Inside the housing are arranged parts other than the integrated circuit board 50 such as a power unit, a switch-inlet unit 115, etc. A pipe type heat sink 114 is provided above the printed circuit board 50 for releasing heat generated by the integrated circuit element 20 etc. The pipe type heat sink 114 is connected to a heat radiation fin 112. An exhaust fan 115 is provided on the housing 110 for dissipating heat of the radiation fin 112 etc. A shield 113 for protecting the integrated circuit element etc. from external electromagnetic waves is provided for the printed circuit board 50.

The integrated circuit element 20 mounted on the printed circuit board 50 is small device as described done (the first embodiment of the present invention) and contributes to a high mounting efficiency. Therefore, a printed circuit board 50 of a small size is obtained. This in turn enables the entire size of the electronic device 100 to be small. In addition, as the integrated circuit element 20 can be produced at a low cost, the costs of the printed circuit board 50 and the electronic device 100 can be lowered accordingly.

Although the chip 10 is mounted on the printed circuit board 50 in the form of the packaged integrated circuit element 20 in the foregoing embodiments, the chip 10 may be directly bonded on the printed circuit board 50. In this case, the mounting efficiency is further enhanced because the package is not needed. Thus, a more small-sized printed circuit board 50 or electronic device 100 is obtained. Further, the cost can be further reduced due to the fact that the package is not needed and the printed circuit board 50 and the electronic device 100 are a lower price.

The pads 3 of the I/O terminals 2 (for operation) are connected to the printed circuit board 50 through the bonding wires and the leads 12 in the foregoing embodiments, but they may be connected to the printed circuit board 50 through other means such as TAB (Tape-Automated Bonding).

The integrated circuit element 20 of the electronic device 100 is used for controlling complicated operations of a plurality devices such as the disk device 103, operating unit 200, memory unit, image display unit, etc. Therefore, use of the chip according to the first embodiment as the chip 10 of the integrated circuit element 20 for the electronic device 100 will significantly reduce product size and cost.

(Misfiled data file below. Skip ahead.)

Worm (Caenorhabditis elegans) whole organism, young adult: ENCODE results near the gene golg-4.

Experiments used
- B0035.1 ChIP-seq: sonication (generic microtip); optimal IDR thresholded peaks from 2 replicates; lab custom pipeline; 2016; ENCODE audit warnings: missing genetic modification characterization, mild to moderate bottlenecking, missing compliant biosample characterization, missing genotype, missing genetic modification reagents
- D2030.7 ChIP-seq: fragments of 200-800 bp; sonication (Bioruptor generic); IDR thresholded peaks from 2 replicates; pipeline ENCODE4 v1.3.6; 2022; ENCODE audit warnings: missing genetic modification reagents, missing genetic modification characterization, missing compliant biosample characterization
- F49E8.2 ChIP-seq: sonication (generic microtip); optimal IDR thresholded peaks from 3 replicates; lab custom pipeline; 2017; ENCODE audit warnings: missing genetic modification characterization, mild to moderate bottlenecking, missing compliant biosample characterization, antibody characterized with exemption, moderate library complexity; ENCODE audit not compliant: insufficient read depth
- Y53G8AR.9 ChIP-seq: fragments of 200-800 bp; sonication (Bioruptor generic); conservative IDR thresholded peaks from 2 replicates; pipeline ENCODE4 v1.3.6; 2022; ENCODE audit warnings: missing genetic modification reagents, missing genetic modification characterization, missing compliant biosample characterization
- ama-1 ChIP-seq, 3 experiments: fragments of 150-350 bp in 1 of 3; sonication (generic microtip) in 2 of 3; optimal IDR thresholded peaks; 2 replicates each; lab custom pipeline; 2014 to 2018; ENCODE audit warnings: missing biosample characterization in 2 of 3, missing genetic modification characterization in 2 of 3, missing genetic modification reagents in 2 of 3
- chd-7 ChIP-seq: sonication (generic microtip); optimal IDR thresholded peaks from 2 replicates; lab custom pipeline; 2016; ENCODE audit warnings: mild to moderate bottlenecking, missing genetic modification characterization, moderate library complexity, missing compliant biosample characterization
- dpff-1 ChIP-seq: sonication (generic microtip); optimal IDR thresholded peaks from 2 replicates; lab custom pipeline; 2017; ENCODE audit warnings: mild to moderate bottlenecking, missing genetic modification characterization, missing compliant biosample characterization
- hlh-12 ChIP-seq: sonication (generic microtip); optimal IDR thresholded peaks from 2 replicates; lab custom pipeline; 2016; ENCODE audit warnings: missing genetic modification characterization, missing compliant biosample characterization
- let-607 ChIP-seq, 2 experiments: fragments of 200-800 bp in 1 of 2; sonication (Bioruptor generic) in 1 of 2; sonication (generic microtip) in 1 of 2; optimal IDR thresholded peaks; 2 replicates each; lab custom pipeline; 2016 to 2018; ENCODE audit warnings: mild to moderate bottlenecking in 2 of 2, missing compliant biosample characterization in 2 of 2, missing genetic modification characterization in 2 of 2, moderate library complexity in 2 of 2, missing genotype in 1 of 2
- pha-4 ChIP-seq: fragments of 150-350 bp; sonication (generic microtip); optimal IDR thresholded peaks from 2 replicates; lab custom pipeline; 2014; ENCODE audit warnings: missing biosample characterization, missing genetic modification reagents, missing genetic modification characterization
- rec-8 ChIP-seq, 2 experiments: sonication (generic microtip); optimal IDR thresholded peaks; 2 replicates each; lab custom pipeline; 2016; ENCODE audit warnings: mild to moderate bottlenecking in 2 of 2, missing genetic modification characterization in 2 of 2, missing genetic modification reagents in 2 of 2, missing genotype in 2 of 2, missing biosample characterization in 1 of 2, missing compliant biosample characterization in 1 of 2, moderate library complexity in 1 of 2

As described above, according to the present invention, a pad neck problem is solved and an integrated circuit chip having a size suited for its circuit scale can be provided.

Although the invention herein has been described with reference to particular embodiments, it is to be understood that these embodiments are merely illustrative of the principles and applications of the present invention. It is therefore to be understood that numerous modifications may be made to the illustrative embodiments and that other arrangements may be devised without departing from the spirit and scope of the present invention as defined by the appended claims.

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Referenced by
Citing PatentFiling datePublication dateApplicantTitle
US6768133 *Apr 18, 2002Jul 27, 2004Renesas Technology Corp.Semiconductor device, test method for semiconductor device, and tester for semiconductor device
US6781218 *Mar 4, 2003Aug 24, 2004Nptest, Inc.Method and apparatus for accessing internal nodes of an integrated circuit using IC package substrate
US8197055Nov 5, 2007Jun 12, 2012Seiko Epson CorporationPatterning method, droplet discharging device and circuit board
US8519551Jun 18, 2010Aug 27, 2013Fujitsu Semiconductor LimitedSemiconductor device with I/O cell and external connection terminal and method of manufacturing the same
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Classifications
U.S. Classification257/784, 257/208, 257/693, 257/666, 257/723, 257/690, 257/786, 257/783, 257/207, 257/692, 257/48, 257/686, 257/203, 257/685, 257/777
International ClassificationH01L23/58
Cooperative ClassificationH01L22/32, H01L2224/49171, H01L2924/14, H01L2224/48247, H01L2924/3025, H01L2224/48091
European ClassificationH01L22/32
Legal Events
DateCodeEventDescription
Mar 26, 2014FPAYFee payment
Year of fee payment: 12
Dec 27, 2011ASAssignment
Free format text: ASSIGNMENT OF ASSIGNORS INTEREST;ASSIGNOR:SONY NETWORK ENTERTAINMENT PLATFORM INC.;REEL/FRAME:027449/0108
Effective date: 20100401
Owner name: SONY COMPUTER ENTERTAINMENT INC., JAPAN
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Effective date: 20100401